Recent advances in realtime image compression and decompression hardware make it possible for a high-performance graphics engine to operate as a rendering server in a networked environment. If the client is a low-end workstation or set-top box, then the rendering task can be split across the two devices. In this paper, we explore one strategy for doing this.
For each frame, the server generates a high-quality rendering and a low-quality rendering, subtracts the two, and sends the difference in compressed form. The client generates a matching low quality rendering, adds the decompressed difference image, and displays the composite. Within this paradigm, there is wide latitude to choose what constitutes a high-quality versus low-quality rendering. We have experimented with textured versus untextured surfaces, fine versus coarse tessellation of curved surfaces, Phong versus Gouraud interpolated shading, and antialiased versus nonantialiased edges.
In all cases, our polygon-assisted compression looks subjectively better for a fixed network bandwidth than compressing and sending the high-quality rendering. We describe a software simulation that uses JPEG and MPEG-1 compression, and we show results for a variety of scenes.
These cubes were modeled and rendered using RenderMan. For each frame of the animation sequence, a high and low-quality rendering was computed. The high-quality renderings contain texturing, antialiasing, and smooth shading. The low-quality renderings contain antialiasing and smooth shading, but no texturing.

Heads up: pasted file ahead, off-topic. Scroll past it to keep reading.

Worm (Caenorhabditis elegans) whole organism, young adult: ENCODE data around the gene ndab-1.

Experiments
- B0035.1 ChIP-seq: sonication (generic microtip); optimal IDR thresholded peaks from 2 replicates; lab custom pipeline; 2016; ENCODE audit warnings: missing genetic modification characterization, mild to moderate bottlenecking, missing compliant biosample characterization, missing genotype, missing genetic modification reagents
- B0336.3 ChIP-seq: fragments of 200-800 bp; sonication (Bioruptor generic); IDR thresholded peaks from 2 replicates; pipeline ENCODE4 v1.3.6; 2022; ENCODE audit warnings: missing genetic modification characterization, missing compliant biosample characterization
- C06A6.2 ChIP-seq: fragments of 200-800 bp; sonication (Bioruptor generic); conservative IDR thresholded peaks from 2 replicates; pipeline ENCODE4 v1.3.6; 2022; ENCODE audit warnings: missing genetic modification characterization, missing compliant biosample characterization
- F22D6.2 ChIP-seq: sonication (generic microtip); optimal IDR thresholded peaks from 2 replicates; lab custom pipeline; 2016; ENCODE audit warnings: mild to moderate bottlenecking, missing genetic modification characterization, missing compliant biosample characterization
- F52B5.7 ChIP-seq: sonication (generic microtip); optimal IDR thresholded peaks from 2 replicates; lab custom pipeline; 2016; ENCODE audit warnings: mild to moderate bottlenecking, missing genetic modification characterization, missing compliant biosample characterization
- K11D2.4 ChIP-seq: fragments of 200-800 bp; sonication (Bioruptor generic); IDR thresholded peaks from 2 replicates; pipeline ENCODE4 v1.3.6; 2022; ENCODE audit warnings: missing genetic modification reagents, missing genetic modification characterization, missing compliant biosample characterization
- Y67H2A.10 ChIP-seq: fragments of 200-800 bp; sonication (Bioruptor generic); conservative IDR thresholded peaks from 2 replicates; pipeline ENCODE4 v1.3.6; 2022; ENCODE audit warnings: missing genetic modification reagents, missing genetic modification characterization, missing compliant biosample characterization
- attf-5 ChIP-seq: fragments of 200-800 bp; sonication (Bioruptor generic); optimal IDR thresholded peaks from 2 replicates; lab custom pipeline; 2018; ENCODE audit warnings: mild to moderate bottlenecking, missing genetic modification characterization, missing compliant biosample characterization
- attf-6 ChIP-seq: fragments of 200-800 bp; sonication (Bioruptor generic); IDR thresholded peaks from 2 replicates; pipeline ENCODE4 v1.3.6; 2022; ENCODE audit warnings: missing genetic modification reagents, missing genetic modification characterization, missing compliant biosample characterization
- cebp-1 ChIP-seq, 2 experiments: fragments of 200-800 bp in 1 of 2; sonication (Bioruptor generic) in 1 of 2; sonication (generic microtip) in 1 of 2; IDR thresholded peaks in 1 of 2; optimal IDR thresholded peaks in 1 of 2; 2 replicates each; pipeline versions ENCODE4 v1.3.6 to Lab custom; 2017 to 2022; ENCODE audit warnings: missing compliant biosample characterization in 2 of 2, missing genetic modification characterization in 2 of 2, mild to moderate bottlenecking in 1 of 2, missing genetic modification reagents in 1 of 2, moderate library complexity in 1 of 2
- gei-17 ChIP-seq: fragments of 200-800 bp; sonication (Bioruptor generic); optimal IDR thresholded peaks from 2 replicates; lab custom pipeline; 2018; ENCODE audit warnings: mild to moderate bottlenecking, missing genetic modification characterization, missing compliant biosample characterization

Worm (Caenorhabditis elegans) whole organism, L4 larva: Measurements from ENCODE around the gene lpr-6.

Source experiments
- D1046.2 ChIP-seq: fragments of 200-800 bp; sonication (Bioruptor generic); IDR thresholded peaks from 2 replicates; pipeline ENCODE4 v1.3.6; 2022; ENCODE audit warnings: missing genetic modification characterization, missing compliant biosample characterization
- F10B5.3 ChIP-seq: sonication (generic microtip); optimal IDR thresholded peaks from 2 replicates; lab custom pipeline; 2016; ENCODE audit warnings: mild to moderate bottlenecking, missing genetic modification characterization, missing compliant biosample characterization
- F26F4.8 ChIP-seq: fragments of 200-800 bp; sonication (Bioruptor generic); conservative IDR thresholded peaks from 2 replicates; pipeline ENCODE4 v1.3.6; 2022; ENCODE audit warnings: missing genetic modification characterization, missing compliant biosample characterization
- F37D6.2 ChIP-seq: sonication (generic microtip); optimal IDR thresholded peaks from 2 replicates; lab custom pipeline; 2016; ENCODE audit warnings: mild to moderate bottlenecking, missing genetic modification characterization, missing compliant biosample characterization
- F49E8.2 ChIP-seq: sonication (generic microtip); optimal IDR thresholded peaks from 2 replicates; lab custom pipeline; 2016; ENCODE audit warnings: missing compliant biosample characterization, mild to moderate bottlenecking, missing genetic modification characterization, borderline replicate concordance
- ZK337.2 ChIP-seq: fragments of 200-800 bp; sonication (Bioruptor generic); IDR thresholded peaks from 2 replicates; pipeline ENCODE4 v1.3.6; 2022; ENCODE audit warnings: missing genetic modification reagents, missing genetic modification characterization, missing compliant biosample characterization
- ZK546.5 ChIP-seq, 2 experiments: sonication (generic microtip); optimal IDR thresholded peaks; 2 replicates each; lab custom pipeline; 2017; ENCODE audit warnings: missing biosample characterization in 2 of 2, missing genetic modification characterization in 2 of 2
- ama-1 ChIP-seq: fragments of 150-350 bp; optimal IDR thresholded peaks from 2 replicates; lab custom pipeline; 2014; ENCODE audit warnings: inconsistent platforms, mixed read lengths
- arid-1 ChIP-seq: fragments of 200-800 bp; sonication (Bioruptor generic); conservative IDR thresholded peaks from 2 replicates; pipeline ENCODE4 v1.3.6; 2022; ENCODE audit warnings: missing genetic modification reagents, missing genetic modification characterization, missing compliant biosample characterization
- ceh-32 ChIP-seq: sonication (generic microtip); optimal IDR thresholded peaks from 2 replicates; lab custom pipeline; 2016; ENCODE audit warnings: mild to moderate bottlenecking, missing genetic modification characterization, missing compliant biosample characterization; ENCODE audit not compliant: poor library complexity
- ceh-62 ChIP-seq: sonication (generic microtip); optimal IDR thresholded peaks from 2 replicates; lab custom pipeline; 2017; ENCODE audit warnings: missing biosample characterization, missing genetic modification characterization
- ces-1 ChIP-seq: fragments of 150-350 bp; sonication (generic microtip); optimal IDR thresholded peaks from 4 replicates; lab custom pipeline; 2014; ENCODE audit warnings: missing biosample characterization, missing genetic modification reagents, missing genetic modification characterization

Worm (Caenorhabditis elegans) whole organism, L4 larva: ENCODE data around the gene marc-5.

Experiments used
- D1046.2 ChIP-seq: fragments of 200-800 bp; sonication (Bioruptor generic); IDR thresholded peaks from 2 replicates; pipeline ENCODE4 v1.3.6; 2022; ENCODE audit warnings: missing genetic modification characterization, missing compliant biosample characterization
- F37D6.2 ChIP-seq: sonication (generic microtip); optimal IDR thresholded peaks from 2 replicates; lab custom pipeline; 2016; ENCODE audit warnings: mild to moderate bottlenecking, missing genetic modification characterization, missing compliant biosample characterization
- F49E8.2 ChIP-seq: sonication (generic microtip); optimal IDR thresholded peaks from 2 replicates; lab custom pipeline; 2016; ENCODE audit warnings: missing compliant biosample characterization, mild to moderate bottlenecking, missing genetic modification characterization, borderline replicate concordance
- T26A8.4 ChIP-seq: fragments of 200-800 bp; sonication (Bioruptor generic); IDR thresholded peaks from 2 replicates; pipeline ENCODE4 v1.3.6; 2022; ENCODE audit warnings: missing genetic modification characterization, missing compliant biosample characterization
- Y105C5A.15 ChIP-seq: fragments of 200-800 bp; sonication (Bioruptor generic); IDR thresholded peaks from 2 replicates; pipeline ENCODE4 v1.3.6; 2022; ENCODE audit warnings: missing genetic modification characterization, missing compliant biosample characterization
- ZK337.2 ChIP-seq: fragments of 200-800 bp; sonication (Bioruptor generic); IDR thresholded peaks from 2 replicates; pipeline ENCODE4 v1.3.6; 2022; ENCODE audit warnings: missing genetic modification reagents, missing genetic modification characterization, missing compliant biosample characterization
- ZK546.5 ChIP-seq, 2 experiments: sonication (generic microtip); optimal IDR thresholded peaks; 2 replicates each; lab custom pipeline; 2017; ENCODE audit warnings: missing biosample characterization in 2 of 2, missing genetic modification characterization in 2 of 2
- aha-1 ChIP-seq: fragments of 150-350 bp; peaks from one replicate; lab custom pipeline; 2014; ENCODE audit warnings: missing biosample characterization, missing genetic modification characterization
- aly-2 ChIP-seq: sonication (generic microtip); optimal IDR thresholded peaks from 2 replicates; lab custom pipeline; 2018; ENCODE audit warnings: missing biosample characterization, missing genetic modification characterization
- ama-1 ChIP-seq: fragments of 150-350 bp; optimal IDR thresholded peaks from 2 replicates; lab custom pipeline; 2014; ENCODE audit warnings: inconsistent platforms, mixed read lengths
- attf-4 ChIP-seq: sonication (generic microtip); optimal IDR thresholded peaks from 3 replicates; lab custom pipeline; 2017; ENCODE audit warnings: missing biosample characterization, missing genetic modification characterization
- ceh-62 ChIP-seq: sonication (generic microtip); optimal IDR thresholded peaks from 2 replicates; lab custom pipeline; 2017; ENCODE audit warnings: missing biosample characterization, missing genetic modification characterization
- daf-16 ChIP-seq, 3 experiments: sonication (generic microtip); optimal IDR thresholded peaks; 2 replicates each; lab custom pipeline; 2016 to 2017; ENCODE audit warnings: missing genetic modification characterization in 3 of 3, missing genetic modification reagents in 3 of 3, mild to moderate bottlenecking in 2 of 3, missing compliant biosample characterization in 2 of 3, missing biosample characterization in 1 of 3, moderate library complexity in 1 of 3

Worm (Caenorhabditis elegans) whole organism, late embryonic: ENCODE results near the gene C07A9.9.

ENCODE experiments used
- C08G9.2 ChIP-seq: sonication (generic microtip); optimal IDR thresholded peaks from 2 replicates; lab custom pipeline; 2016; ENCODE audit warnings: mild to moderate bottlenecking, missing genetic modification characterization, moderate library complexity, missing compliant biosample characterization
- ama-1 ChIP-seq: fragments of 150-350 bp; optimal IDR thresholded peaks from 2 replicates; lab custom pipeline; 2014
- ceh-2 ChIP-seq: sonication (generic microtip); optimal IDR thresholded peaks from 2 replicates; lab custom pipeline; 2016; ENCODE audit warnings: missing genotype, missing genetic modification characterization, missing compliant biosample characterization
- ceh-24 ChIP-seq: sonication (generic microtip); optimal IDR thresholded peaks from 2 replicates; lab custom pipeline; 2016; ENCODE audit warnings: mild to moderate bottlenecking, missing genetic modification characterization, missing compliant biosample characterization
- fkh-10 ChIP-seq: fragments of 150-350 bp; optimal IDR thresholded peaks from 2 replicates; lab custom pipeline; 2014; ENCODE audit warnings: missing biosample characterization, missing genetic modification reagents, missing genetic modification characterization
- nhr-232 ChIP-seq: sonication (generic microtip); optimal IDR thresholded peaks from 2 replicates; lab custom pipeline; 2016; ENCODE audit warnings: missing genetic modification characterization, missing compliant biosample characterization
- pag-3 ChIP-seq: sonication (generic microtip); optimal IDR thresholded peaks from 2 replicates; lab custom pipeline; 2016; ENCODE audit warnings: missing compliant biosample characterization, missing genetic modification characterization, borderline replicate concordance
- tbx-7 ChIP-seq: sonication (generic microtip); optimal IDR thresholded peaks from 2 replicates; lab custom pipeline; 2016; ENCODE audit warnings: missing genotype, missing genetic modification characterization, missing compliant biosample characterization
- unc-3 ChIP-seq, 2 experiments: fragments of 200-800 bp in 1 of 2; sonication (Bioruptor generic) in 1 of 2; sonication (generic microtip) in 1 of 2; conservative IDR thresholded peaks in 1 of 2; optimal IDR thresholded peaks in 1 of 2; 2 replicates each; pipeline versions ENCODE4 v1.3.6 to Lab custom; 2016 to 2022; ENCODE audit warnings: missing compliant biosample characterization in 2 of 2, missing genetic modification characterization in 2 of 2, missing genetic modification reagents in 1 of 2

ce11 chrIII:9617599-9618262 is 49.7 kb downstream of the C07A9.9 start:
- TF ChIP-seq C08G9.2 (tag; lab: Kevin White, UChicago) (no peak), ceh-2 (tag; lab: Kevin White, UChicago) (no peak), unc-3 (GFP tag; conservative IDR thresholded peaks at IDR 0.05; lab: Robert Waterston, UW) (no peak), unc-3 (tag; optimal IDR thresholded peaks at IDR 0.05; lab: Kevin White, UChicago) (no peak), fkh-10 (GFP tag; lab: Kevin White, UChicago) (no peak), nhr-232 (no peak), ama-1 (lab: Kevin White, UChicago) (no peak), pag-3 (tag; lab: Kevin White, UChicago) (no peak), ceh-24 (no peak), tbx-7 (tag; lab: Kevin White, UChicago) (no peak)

The first movie demonstrates image-based compression (MPEG) of the high-quality rendering using q-scales of 20, 24, and 28 for the I, B, and P frames, respectively. The second movie demonstrates polygon-assisted compression, i.e. the low-quality rendering plus an MPEG-compressed difference image. To give the same MPEG code size for the two cases, the difference image was compressed using q-scales of 7, 9, and 11. These lower q-scales for the difference image (relative to the q-scales used to compress the high-quality rendering in the first case) lead to a better rendition of the textures in the scene. This improvement is posible because the difference image contains less information than the high-quality rendering. In addition to better textures, the polygon-assisted compression also has fewer artifacts along edges and in smoothly shaded areas. These two improvements demonstrate the advantage of polygon-assisted compression.
For the first movie, you are looking at the actual image-based (MPEG) compression of the high-quality rendering. For the second movie, the polygon-assisted compresion was re-compressed using MPEG and very low q-scales (1, 2, and 3) to allow it to be viewed as a movie loop over the WWW. Hence, the size of these two MPEG movie files differ.
Unlike most of the images in our web hierarchy, the GIF and TIFF images on this page have been gamma corrected in preparation for printing. The gamma used was 1/1.4. This will make them look too bright when viewed on an SGI display, which is hardware corrected to 1/1.7, but not as dark as our other images look when viewed on an uncorrected display. For correct viewing on an SGI, set your gamma correction value (using the "gamma" command) to 1.7/1.4 = 1.2.